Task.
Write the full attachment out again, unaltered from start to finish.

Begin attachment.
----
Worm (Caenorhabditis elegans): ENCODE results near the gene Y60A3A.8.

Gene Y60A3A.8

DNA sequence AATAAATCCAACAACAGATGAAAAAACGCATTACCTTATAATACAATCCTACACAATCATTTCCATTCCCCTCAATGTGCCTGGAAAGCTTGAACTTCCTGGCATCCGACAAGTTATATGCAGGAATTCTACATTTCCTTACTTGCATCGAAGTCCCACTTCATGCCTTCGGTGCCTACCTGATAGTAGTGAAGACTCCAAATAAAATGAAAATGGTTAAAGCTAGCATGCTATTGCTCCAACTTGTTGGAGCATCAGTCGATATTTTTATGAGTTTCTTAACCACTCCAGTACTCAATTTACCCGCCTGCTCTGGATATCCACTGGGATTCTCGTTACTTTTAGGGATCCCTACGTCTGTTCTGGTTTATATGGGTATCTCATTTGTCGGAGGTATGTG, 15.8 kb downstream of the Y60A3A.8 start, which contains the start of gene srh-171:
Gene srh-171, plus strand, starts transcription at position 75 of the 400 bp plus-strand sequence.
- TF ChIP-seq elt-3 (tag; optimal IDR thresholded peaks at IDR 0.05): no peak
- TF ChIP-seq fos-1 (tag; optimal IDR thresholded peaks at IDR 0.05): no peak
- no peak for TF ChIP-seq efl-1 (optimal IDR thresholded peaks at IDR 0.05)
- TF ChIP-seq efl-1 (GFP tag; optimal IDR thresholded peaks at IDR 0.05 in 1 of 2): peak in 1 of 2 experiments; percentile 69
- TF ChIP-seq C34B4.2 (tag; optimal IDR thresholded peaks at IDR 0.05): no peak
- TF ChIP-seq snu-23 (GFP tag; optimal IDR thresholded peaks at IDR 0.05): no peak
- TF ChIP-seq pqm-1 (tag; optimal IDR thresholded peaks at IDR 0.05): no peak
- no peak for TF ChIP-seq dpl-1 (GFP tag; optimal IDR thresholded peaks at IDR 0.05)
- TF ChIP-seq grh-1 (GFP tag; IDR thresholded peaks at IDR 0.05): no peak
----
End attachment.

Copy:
Worm (Caenorhabditis elegans): ENCODE results near the gene Y60A3A.8.

Gene Y60A3A.8

DNA sequence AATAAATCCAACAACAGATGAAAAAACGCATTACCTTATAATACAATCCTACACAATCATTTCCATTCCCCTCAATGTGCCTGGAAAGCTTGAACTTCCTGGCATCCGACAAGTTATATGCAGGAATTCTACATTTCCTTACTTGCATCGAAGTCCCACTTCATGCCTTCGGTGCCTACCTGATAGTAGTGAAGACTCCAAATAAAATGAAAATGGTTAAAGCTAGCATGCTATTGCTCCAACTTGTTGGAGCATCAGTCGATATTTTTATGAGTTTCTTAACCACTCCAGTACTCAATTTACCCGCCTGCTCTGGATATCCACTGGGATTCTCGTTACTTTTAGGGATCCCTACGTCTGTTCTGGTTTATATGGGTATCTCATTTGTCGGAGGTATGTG, 15.8 kb downstream of the Y60A3A.8 start, which contains the start of gene srh-171:
Gene srh-171, plus strand, starts transcription at position 75 of the 400 bp plus-strand sequence.
- TF ChIP-seq elt-3 (tag; optimal IDR thresholded peaks at IDR 0.05): no peak
- TF ChIP-seq fos-1 (tag; optimal IDR thresholded peaks at IDR 0.05): no peak
- no peak for TF ChIP-seq efl-1 (optimal IDR thresholded peaks at IDR 0.05)
- TF ChIP-seq efl-1 (GFP tag; optimal IDR thresholded peaks at IDR 0.05 in 1 of 2): peak in 1 of 2 experiments; percentile 69
- TF ChIP-seq C34B4.2 (tag; optimal IDR thresholded peaks at IDR 0.05): no peak
- TF ChIP-seq snu-23 (GFP tag; optimal IDR thresholded peaks at IDR 0.05): no peak
- TF ChIP-seq pqm-1 (tag; optimal IDR thresholded peaks at IDR 0.05): no peak
- no peak for TF ChIP-seq dpl-1 (GFP tag; optimal IDR thresholded peaks at IDR 0.05)
- TF ChIP-seq grh-1 (GFP tag; IDR thresholded peaks at IDR 0.05): no peak